Trump said the problem of publishing classified information including conversations with the president "becomes even worse if he lies about the conversation, which I understand he might have in some cases." He said he had not read the book.
"So we'll see what happens. They're in court, or they'll soon be in court," Trump said.
Here's Andrew Naughtie's story.
New Republican Voters Against Trump ad sees Lindsey Graham’s past attack on president return to haunt him
“He’s a race-baiting, xenophobic, religious bigot. You know how you make America great again? Tell Donald Trump to go to hell.”
Not my my words, Carol. The words of South Carolina senator Lindsey Graham!
It's often forgotten these days that the softly spoken southerner was once an arch-enemy of Trump when both men were fighting for the 2016 Republican nomination, with the latter even reading out Graham's mobile number to a crowd of voters as an obnoxious stunt, forcing him to have it changed.
Graham was also once a huge admirer of Joe Biden, as this new attack ad reminds us.
Chris Riotta has this one.
Joe Biden enjoys record-breaking fundraising haul as polls show him beating Trump by double digits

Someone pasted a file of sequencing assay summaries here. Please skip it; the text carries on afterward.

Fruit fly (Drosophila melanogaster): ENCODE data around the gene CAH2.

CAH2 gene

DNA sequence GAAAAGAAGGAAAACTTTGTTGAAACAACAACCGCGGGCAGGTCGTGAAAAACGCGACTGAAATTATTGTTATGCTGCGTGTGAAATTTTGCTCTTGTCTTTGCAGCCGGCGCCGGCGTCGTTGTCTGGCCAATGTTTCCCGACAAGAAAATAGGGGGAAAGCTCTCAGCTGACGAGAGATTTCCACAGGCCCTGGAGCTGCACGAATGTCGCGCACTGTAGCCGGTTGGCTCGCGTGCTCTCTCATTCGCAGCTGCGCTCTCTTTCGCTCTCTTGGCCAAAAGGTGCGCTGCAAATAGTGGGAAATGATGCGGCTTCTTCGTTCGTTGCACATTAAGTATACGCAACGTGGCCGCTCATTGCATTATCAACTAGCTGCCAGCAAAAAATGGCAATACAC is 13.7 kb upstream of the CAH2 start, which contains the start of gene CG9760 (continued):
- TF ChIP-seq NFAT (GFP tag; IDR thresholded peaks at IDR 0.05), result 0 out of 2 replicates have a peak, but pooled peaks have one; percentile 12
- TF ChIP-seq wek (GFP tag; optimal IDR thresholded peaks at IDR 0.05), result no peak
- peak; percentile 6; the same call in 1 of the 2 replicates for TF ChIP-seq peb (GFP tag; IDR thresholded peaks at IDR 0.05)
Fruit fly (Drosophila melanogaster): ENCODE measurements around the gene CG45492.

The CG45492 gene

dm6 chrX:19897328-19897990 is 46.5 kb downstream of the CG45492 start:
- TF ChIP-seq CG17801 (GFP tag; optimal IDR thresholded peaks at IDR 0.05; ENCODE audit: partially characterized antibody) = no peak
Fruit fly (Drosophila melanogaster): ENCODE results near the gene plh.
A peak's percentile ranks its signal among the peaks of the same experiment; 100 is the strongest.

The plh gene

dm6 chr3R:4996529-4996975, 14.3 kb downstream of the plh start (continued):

The former vice president celebrated a record-breaking fundraising haul on Monday as the presumptive 2020 Democrat presidential nominee’s campaign announced it raised over $80m (£63m) last month after teaming up with the Democratic National Committee (DNC).
The former vice president’s campaign received an average online donation of $30 (£24), according to a financial disclosure candidates are required to release by 20 June. Trump’s re-election campaign has not yet released its figures along with those from Republican National Committee (RNC).
Biden’s stunning total is the largest haul of any Democratic candidate in the party’s once-historically crowded field. It’s a $20m (£15.8m) increase from the previous month, when the former vice president’s campaign and the DNC raised a reported $60.5m (£47.8m). rump’s campaign and the RNC raised $61.7m (£48.7m) in April.
“I’m in awe of this sum of money. Just a few months ago, people were ready to write this campaign off,” Biden said in a statement. “I understand what these dollars mean. When facing uncertainty and recession, you chose to back me. I will never forget that. And I promise that when I’m president, I won’t let you down.”
Here's Chris Riotta's report.